Rise of eSports captures digital generation in Rochester and beyond

Local News

ROCHESTER, N.Y. (WROC) — If you have a video game console in your home – you’re not alone!

Industry sales this year will exceed $150 billion worldwide. Our fascination with video games has created a new form of competition – eSports.

The industry has deep roots in Rochester and its growth is surprising even those leading the charge.

When Marty Strenczewilk was a student at RIT, he saw something few others did – the business potential of competitive video gaming, or eSports.

“It’s very much like a traditional sport except instead of throwing a football you’re playing with a controller,” he said.

Strenczewilk, his wife, and college roommate found the eSports company Splyce in late 2014. The following year his business pitch to the Rochester Angel Network gave him the seed money he needed to turn the side hustle into a full-time operation. “It’s a sport for the folks who were more traditionally into video games versus traditional sports and they’re coming out in masses to see these games or watching them online en masse and it’s really taken the world by storm,” Strenczewilk said.

Splyce ascended to the top of the eSports industry by fielding teams of elite gamers to compete in games like “Call of Duty,” “League of Legends,” and “Overwatch.”

Professional gamer Daniel Loza plays about eight hours a day. He loves “Call of Duty” and being good at it is his profession. Loza is better known by his gamer tag “Loony.” He spoke with News 8 from his home in Atlanta. This past season, Loony played for Splyce’s “Call of Duty” team. He is one of the best in the world at his eSport.

“I’d probably be like a point guard in the NBA,” Loony said of his skill set. “I’m the one that’s trying to set up my teams, trying to set up the play. I’m also like an in-game leader so I’m the one controlling the tempo of the game, telling people what to do.”

At his first eSports tournament, a local event where he grew up in California, Loony – then a teenager – won $400. The website “eSports earnings” estimates the 26-year-old has raked in over $300,000 in the last five years – and that’s strictly from tournaments.

The rapid growth of eSports has gone unnoticed by many because it’s happening digitally – streaming online – with people watching around the world. But it’s hard not to notice how the competitions are filling traditional sports arenas. For competitors like Loony it’s the ultimate rush. “You get those chills running through you when you’re on that stage. Whether they’re cheering for you or they’re cheering for them, they’re just loud, right? We have these headsets on that’s supposed to block out most of the sound but you can hear it. You’re vibrating. Your body is getting chills.”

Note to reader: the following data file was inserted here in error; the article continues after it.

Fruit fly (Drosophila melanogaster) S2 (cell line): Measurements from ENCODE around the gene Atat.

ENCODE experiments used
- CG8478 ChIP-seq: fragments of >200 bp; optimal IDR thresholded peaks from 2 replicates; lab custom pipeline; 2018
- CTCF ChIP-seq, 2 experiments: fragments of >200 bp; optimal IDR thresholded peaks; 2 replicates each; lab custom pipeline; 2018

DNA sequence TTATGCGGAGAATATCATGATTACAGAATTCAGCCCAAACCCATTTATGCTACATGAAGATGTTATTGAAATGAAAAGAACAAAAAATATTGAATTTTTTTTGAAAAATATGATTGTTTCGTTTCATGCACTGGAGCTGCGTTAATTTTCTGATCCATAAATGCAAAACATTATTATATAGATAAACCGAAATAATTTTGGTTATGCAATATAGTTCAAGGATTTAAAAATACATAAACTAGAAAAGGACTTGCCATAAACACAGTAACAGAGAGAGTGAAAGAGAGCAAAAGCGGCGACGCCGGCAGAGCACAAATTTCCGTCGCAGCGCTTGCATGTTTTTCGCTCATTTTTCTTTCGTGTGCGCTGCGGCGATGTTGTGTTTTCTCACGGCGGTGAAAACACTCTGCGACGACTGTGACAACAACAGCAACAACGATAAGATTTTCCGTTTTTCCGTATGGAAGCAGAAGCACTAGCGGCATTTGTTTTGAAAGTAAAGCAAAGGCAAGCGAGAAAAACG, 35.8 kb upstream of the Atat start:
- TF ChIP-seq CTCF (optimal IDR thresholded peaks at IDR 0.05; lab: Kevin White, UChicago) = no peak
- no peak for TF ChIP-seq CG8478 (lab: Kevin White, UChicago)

Wealthy investors, like Patriots owner Robert Kraft, see dollar signs when it comes to the potential of eSports.

This coming season, Loony will have a new owner. The visionary – Strenczewilk – will have a new boss. OverActive Media acquired Splyce as the industry moves into a franchise model. Loony will compete for Toronto Ultra’s “Call of Duty” team. Strenczewilk is the company’s new Senior Vice President of Team Operations.

So why the fascination with eSports? Strenczewilk summed it up this way.

“Why would someone watch video games. We get asked that a lot, right? As a basketball fan I can say, why do we watch someone throw a ball through a hoop? We’re still watching someone play a game. And that comes back to this tribalism we have as humans. We like to get together and we like to be excited over something that is the best of the best in front of us and part of it and take ownership over it, and this is the digital generation’s version of that.”

WEB EXTRA: Marty Strenczewilk explains how eSports has evolved into the current “Franchise Era.”

WEB EXTRA: Loony explains how eSports differ from traditional sports in a very fundamental way — every year a new game comes out, bringing each competitor back to square one.

Copyright 2019 Nexstar Broadcasting, Inc. All rights reserved. This material may not be published, broadcast, rewritten, or redistributed.

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